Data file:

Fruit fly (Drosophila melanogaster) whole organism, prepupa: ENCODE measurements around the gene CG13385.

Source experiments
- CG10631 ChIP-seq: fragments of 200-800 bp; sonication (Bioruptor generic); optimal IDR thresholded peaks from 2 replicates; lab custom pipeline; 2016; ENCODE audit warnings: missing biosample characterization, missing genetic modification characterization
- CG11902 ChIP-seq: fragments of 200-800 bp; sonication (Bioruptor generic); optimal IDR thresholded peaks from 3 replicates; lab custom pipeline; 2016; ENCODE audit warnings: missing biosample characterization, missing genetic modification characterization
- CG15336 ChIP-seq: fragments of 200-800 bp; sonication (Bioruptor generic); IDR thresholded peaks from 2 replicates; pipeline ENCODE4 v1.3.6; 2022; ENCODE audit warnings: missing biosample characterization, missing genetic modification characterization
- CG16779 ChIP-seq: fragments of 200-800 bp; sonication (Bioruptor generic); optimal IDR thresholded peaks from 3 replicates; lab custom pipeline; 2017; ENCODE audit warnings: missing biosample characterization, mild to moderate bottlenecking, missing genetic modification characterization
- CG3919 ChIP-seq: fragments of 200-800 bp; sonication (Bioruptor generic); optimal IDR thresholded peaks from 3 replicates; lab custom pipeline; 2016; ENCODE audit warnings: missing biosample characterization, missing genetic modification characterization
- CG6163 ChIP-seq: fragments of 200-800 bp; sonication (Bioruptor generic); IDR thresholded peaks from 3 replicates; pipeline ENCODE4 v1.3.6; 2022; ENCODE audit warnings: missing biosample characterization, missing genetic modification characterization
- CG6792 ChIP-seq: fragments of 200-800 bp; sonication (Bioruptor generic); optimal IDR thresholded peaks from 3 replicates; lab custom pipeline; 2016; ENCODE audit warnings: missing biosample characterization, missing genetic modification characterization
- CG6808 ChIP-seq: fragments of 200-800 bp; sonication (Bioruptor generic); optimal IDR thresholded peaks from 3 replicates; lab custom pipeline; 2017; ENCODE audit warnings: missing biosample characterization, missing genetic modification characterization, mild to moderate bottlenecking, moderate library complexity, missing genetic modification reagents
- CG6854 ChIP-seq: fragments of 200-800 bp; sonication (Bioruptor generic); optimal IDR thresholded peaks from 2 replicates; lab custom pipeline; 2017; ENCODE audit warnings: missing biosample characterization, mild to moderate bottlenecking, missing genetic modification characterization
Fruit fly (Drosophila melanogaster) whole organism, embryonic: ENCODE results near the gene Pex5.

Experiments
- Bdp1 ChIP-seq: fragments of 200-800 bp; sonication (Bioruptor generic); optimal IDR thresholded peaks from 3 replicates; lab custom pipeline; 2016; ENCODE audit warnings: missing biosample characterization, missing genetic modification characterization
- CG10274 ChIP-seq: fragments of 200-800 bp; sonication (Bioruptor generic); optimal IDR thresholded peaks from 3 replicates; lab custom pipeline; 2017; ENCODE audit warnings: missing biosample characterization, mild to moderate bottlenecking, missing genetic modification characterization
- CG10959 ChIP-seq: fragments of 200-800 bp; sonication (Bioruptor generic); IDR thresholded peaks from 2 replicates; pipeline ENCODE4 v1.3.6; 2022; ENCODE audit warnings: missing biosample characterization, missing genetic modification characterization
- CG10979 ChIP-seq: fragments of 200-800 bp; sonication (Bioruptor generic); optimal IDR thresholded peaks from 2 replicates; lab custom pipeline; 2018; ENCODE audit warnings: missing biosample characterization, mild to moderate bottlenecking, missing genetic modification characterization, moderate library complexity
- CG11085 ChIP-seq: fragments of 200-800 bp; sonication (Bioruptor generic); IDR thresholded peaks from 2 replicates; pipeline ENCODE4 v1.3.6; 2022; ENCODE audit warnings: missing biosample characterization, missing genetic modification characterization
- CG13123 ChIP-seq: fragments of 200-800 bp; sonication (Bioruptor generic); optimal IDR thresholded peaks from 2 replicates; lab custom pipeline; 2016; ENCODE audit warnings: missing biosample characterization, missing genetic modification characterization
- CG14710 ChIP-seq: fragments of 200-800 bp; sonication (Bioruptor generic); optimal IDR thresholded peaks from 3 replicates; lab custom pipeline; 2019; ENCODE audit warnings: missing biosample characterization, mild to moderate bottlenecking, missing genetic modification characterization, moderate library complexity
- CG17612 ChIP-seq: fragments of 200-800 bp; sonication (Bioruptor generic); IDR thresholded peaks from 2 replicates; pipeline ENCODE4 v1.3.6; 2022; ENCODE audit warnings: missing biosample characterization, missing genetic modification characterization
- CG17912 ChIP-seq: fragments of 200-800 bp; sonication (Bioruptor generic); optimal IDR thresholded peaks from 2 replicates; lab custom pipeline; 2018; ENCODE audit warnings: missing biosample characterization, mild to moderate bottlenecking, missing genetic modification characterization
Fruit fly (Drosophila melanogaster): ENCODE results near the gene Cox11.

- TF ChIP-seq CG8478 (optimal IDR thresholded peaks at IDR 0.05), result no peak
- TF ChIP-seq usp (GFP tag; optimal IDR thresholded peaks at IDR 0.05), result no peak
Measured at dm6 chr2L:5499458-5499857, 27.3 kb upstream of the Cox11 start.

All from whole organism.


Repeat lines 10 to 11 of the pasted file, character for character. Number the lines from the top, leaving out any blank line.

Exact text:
- CG6808 ChIP-seq: fragments of 200-800 bp; sonication (Bioruptor generic); optimal IDR thresholded peaks from 3 replicates; lab custom pipeline; 2017; ENCODE audit warnings: missing biosample characterization, missing genetic modification characterization, mild to moderate bottlenecking, moderate library complexity, missing genetic modification reagents
- CG6854 ChIP-seq: fragments of 200-800 bp; sonication (Bioruptor generic); optimal IDR thresholded peaks from 2 replicates; lab custom pipeline; 2017; ENCODE audit warnings: missing biosample characterization, mild to moderate bottlenecking, missing genetic modification characterization